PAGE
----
Shoprite’s excellent African adventure pays off
Share price shoots up on satisfying group performance
At a few stages on Tuesday Shoprite’s repurchase of former CEO Whitey Basson’s 8.68 million shares looked like a spectacularly good deal for the company. On September 15 2017 the company paid Basson R1.74-billion for a block of shares that were worth as much as R2.4-billion just five months later.
The Shoprite share reached a high of R274.33 on Tuesday before easing back to a still demanding R266 by the close of trade. The spike in the share price followed the release of interim results that were good but, according to some analysts, not spectacular enough to justify the dizzy levels to which the share soared. At R266 Shoprite was showing a profit of around R500-million on the transaction and Basson was down the same R500-million.
There is still the approximately R144-million annual interest charge on the loan needed to fund the repurchase, which could partly be set off against dividend payments on those shares.
Share price surge
But whatever way you look at it few would have expected the Shoprite share price to have surged to the levels it has in the past few months. The trading conditions for much of the six months to end-December 2017 were exceptionally tough; the South African economy was barely ticking over and the rest of Africa was little better. Despite this Shoprite was able to report a 6.3% increase in turnover and a 5% advance in trading profit. The headline earnings increase of 14.2% was way ahead of most expectations but once stripped of the benefits of a forex gain, rather than a R188-million loss in the comparative period, and a lower-than-expected tax rate the earnings increase looked more sedate. And of course there was the repurchase and cancellation of Basson’s shares to consider when making the earnings per share calculation.Marius Bosman, group chief financial officer, said management was “very proud of, and very happy with” the 5% increase in trading profit. The group’s star performer was Checkers, which grew turnover an impressive 9.6% during the interim. This helped to lift the like-for-like increase at South African supermarkets to 3.5%. The Checkers and Shoprite operational teams have been split in what analysts describe as a significant move to differentiate the two chains.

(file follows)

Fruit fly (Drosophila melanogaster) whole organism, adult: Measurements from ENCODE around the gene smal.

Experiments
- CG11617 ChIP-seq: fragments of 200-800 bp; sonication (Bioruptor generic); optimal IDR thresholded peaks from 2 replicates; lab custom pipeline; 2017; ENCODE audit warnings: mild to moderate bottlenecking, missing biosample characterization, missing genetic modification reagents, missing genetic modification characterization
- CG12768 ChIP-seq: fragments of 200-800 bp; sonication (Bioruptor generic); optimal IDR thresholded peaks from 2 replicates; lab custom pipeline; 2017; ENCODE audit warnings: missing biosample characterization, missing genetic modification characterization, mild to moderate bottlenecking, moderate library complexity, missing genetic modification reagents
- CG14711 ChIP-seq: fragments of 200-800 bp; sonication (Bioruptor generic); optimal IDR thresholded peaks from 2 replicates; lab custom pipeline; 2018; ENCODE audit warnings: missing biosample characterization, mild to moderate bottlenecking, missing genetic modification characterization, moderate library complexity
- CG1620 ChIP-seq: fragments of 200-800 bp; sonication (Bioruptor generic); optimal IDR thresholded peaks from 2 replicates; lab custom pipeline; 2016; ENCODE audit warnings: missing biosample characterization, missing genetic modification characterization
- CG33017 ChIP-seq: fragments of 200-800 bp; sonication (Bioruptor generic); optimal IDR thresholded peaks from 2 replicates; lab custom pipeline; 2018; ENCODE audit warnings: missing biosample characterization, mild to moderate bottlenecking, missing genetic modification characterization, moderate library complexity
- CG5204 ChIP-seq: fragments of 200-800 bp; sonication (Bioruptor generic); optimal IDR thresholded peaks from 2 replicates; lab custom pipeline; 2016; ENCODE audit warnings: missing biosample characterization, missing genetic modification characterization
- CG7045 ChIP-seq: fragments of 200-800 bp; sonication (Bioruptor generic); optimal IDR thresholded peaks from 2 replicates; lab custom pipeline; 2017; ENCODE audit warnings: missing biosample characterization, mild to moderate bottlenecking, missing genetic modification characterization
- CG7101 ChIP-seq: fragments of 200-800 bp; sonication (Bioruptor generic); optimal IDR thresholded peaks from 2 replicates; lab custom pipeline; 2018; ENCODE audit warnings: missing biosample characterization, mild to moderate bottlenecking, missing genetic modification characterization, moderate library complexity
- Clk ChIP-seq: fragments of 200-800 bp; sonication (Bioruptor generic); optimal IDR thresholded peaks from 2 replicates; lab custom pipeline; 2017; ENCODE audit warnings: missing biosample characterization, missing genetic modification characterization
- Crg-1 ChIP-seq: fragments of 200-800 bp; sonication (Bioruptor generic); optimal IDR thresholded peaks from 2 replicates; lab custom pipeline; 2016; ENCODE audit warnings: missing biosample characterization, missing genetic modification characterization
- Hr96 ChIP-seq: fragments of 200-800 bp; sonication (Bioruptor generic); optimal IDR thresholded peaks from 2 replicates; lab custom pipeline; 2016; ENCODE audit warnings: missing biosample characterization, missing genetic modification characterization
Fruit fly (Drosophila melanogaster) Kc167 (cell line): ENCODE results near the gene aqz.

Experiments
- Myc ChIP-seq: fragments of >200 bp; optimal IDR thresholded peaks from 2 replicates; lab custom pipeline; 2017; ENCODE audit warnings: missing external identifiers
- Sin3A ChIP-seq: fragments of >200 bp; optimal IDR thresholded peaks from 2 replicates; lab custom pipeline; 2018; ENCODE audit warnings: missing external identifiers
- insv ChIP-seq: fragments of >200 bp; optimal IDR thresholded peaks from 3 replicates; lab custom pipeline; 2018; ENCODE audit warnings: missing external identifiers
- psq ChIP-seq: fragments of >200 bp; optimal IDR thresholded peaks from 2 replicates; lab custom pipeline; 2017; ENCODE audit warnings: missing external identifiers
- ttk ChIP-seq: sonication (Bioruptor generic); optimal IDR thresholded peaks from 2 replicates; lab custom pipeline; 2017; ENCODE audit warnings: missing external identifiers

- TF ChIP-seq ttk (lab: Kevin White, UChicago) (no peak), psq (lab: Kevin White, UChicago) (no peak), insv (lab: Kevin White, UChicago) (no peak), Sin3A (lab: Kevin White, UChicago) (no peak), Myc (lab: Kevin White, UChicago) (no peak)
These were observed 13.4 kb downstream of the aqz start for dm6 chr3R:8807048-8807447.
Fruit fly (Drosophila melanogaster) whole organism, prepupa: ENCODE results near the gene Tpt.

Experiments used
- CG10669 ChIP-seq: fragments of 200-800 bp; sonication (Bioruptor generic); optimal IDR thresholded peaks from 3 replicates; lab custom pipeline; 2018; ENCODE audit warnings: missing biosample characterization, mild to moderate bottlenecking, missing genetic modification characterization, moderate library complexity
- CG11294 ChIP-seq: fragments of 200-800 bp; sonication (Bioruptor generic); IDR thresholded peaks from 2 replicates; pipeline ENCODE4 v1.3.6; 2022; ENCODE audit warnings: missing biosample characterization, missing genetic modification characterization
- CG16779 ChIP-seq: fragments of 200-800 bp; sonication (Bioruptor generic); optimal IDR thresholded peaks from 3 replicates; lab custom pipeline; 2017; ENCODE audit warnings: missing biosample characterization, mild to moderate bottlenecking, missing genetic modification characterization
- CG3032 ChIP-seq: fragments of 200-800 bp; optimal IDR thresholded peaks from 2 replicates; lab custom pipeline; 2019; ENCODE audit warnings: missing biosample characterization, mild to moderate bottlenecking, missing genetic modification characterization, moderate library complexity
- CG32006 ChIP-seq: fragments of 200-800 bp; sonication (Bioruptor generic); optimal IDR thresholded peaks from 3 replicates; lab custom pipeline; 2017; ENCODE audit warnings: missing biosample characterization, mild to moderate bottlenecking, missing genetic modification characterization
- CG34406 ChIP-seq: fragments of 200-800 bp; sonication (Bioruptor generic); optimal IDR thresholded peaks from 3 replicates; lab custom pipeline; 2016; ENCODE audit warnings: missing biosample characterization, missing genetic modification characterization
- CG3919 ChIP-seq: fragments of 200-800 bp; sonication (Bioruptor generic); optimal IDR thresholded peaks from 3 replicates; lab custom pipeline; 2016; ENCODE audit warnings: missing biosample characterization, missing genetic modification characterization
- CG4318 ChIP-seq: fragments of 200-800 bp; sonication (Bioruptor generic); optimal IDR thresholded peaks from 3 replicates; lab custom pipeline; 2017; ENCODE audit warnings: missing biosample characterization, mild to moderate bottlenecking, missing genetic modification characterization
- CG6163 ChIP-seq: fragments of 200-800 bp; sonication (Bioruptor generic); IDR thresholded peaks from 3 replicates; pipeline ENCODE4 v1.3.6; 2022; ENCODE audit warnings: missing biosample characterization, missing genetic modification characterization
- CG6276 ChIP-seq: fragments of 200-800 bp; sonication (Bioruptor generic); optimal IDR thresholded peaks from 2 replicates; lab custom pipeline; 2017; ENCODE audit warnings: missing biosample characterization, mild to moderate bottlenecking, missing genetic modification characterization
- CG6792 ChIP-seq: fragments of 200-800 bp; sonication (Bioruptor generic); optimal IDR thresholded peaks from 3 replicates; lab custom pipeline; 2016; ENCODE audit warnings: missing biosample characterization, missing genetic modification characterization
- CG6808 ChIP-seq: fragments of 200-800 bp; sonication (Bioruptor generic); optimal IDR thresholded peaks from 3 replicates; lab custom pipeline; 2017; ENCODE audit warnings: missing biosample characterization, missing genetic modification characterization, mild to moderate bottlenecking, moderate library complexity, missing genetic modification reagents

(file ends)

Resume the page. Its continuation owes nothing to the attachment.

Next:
Like-for-like sales at non-South African supermarkets were down 6.4%. Group CEO Pieter Engelbrecht said this reflected the tough conditions in Angola, where sales were down: “Angola accounts for the lion’s share of non-RSA supermarkets.” The weak contribution from Angola, where taxes are high, was behind the group’s lower effective tax rate.
Making moves into Kenya
Despite the short-term difficulties management remains committed to growth outside South Africa. Engelbrecht said the growing middle class and “exploding population” has helped to underpin significant growth and a 30% return on investment. “An average Angolan store sells four times the amount of champagne sold by an average Checkers store,” Engelbrecht told analysts at a presentation on Tuesday morning.
The group is now making moves into Kenya. It has secured seven sites and expects to be open for business by year-end. “We want to go there on our terms and not irresponsibly. We don’t feel pressure to jump into something if it doesn’t feel right. At this time Kenya feels right,” said Engelbrecht.
One blemish in the six-month performance was inventory. “We’d probably get an ‘e’ for inventory levels,” said Bosman. The enormous new Cilmore distribution centre outside Cape Town was fully stocked but was not fully operational until December. And there were excess stocks in Angola. Bosman expects inventory problems to dog them for another few months while they roll out new SAP systems, which will have substantial long-term benefits.
Engelbrecht said he didn’t really know what was going to happen in the next six months but welcomed the optimism of recent months. “Optimism means one thing, we will have growth.”